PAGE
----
The uterus is commonly known as the womb. It is a muscular organ, which is hollow from inside. It is an important organ of the female reproductive system, where the embryo and fetus develop during pregnancy and, eventually, take birth as a baby.
It is an exceedingly tough organ that can contract vigorously to push a full-term baby out of your body at the time of delivering a child. The uterus, sitting in an inverted position in the pelvic cavity of your torso, is about the size and shape of a pear.
It is placed along the midline of your body anterior to your rectum and posterior to the urinary bladder. The cervix, the constricted inferior region of your uterus, hooks the uterus to your vagina beneath it. The cervix also plays the role of a sphincter muscle in controlling the material inflow and outflow.
Just above your cervix, the corpus of your uterus is outspread that is hollow from inside. The fertilized egg, known as a zygote, gets implanted in the hollow region of the uterus during pregnancy to develop as a baby.
The walls of the uterus body are much solid than that of your cervix as they are known for providing the necessary protection and support to the developing fetus. Its muscles have the suppleness to push the developed fetus (baby) out of your body at the time of delivery of your child.
On top of the body of your uterus area, there is a domed area, called the fundus of your uterus. Both your Fallopian tubes are positioned laterally on the fundus from their corners. The uterus walls are made of three dissimilar tissue layers, such as:
- The outermost layer, known as the perimetrium, makes the outer skin of your uterus. It is a tunica serosa continuous with the peritoneum, which cover up the significant organs of your abdominopelvic cavity. The perimetrium makes a silky coating of the simple squamous epithelium and shield the uterus from abrasion by emitting runny serous liquid that lubricates the uterus surface.
- Just beneath the perimetrium level, the myometrium makes the middle layer of your uterus. This myometrium layer contains many layers of smooth tissue, commonly known as visceral muscle tissue. These smooth muscle tissues have special cells that are capable of contracting and relaxing, thus creating movement. During the course of your pregnancy, because of the unique features of myometrium, the uterus swells to carry a full-term baby and then contracts to push the baby out at the time of delivery.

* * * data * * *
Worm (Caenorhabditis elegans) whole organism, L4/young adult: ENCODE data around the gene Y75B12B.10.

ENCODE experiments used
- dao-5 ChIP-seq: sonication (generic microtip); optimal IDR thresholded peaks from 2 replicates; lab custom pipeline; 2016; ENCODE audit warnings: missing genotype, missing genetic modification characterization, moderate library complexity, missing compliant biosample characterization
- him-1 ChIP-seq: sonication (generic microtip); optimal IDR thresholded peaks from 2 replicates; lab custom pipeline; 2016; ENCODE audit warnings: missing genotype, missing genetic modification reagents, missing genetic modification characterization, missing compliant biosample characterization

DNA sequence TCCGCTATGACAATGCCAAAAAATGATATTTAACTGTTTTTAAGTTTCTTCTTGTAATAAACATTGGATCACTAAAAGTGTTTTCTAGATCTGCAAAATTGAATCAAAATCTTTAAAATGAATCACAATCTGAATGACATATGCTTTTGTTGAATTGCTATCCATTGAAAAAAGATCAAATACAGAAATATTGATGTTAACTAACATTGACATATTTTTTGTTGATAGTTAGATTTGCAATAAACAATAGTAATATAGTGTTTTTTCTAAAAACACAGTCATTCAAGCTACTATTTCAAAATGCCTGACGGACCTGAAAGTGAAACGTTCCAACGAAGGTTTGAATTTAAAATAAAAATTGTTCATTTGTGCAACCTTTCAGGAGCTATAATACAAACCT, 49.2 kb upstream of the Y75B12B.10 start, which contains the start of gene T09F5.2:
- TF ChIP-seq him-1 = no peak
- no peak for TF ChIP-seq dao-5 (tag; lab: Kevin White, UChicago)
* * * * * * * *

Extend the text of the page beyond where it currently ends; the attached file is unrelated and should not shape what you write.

- In the deep interior of the myometrium, there is the endometrium layer that frames the hollow membrane-bound compartment of your uterus. The endometrium consists of cilated columnar epithelium along with several connected exocrine glands and a dense vascular connective tissue, which lends support to the growing embryo and fetus at the time of your pregnancy.
In case the egg does not get fertilized until it arrives in the uterus, it will just pass through your uterus and activate the blood vessels of the endometrium to wither away and wash out along with the uterine lining as vaginal fluid.
If an ovum or egg gets fertilized, the zygote will get implanted into the endometrial lining for developing into an embryo over a period of time and later as a fetus. As the embryo grows to become a fetus, it makes changes in the endometrium, which promote the development of the placenta.
The placenta gives the fetus oxygen and all the necessary nutrients the mother’s blood all through the pregnancy period. And, it transfers the metabolic waste and carbon dioxide to the mother’s blood for discarding.
These waves gradually increase in force and their frequency. Alongside, the smooth muscle tissue of your cervix begins to obliterate and enlarge from lesser than a centimeter to nearly ten centimeters in diameter as it is fully dilated.
As the cervix is completely dilated, the uterine contractions considerably increase in strength and the duration. And, the fetus is propelled out of the uterus for giving birth to a baby through the vagina.